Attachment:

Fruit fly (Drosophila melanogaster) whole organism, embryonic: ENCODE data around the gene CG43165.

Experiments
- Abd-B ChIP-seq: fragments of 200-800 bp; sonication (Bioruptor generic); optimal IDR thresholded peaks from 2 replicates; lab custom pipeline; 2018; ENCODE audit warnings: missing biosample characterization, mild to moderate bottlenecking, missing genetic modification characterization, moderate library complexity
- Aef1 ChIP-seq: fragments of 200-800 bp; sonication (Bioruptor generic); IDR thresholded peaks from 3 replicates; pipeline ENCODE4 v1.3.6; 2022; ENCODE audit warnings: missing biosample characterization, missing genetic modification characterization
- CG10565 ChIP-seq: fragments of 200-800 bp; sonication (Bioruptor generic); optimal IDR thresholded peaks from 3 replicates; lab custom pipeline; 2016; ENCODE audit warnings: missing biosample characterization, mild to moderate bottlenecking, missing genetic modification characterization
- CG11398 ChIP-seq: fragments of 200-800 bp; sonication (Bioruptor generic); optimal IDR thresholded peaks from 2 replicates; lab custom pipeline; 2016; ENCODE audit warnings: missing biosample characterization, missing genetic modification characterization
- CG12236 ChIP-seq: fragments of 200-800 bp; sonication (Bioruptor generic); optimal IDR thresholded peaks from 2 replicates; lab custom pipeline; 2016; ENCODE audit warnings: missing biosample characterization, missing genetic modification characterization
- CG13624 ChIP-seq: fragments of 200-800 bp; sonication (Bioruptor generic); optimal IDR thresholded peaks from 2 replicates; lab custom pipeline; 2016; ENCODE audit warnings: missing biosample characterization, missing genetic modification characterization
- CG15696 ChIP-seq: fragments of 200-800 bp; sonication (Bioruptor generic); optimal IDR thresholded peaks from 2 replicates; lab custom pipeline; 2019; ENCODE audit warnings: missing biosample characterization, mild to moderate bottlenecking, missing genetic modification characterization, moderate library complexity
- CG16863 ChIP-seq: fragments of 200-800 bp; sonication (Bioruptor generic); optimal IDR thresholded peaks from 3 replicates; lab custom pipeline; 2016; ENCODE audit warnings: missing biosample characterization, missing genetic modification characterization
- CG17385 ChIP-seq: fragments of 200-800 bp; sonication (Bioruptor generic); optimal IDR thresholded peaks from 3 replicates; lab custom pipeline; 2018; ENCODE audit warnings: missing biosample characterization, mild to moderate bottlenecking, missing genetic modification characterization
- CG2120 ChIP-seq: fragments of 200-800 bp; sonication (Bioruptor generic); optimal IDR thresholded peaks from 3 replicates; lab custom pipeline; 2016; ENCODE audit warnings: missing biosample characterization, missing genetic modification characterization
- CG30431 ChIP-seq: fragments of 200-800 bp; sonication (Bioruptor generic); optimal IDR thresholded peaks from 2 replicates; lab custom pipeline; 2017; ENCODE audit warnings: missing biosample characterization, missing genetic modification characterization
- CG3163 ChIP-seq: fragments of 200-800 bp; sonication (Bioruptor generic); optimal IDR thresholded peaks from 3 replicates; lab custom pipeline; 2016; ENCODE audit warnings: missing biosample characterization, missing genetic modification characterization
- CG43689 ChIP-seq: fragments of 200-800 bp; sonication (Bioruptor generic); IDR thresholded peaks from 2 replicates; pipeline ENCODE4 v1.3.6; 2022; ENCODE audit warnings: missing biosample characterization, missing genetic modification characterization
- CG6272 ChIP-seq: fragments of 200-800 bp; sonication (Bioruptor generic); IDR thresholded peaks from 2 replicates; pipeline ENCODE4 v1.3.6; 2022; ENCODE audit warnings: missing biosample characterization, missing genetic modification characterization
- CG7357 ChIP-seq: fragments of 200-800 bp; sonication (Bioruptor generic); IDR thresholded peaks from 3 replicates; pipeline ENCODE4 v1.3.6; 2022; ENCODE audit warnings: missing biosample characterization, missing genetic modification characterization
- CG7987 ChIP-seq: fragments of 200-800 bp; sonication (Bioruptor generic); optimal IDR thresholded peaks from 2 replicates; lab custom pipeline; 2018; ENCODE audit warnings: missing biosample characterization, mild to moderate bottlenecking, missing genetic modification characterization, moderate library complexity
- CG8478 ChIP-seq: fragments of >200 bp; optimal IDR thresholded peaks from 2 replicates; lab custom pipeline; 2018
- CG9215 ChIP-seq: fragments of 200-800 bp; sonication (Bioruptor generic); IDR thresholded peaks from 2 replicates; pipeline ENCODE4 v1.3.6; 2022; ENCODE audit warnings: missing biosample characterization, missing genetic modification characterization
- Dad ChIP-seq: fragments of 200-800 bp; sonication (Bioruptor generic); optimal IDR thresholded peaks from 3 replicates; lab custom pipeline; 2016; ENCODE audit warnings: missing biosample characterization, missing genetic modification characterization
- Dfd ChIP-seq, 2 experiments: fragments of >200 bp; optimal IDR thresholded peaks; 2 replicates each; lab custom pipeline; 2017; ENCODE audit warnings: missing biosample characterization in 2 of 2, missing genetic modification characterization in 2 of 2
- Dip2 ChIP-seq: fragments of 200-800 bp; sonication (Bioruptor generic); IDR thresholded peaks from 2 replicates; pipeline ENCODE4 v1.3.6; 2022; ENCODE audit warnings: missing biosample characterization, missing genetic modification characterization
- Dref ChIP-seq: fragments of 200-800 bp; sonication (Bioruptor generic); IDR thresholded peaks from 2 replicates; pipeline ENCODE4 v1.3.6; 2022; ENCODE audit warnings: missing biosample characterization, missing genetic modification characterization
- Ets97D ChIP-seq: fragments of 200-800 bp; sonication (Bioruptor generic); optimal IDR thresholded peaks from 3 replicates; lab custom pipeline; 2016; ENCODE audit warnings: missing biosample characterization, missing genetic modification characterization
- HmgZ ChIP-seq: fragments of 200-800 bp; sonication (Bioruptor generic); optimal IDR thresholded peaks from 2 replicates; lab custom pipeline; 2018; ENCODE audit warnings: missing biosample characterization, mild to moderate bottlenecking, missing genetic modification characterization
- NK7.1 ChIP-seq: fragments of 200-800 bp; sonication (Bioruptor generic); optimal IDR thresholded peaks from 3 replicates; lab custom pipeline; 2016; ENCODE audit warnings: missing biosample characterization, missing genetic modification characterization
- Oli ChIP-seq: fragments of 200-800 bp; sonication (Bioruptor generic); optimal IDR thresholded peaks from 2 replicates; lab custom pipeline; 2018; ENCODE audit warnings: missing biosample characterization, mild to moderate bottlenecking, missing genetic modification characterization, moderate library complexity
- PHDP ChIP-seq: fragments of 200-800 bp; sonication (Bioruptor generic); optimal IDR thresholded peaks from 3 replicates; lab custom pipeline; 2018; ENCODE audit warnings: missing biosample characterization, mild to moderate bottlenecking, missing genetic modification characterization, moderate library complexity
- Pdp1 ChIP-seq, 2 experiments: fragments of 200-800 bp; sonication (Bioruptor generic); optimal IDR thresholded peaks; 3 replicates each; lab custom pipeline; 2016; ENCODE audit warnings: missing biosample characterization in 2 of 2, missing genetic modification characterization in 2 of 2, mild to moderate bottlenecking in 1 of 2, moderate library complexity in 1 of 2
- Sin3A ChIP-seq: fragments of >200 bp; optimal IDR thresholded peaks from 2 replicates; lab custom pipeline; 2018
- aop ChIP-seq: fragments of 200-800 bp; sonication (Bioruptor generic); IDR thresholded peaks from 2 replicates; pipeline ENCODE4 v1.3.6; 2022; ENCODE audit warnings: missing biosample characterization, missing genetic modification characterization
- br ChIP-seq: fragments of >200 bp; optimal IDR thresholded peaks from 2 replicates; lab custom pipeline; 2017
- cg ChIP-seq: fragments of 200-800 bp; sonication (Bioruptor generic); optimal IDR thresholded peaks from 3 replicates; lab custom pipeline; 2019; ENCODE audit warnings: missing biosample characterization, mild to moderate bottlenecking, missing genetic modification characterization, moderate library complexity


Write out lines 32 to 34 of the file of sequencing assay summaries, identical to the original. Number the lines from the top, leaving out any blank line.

- aop ChIP-seq: fragments of 200-800 bp; sonication (Bioruptor generic); IDR thresholded peaks from 2 replicates; pipeline ENCODE4 v1.3.6; 2022; ENCODE audit warnings: missing biosample characterization, missing genetic modification characterization
- br ChIP-seq: fragments of >200 bp; optimal IDR thresholded peaks from 2 replicates; lab custom pipeline; 2017
- cg ChIP-seq: fragments of 200-800 bp; sonication (Bioruptor generic); optimal IDR thresholded peaks from 3 replicates; lab custom pipeline; 2019; ENCODE audit warnings: missing biosample characterization, mild to moderate bottlenecking, missing genetic modification characterization, moderate library complexity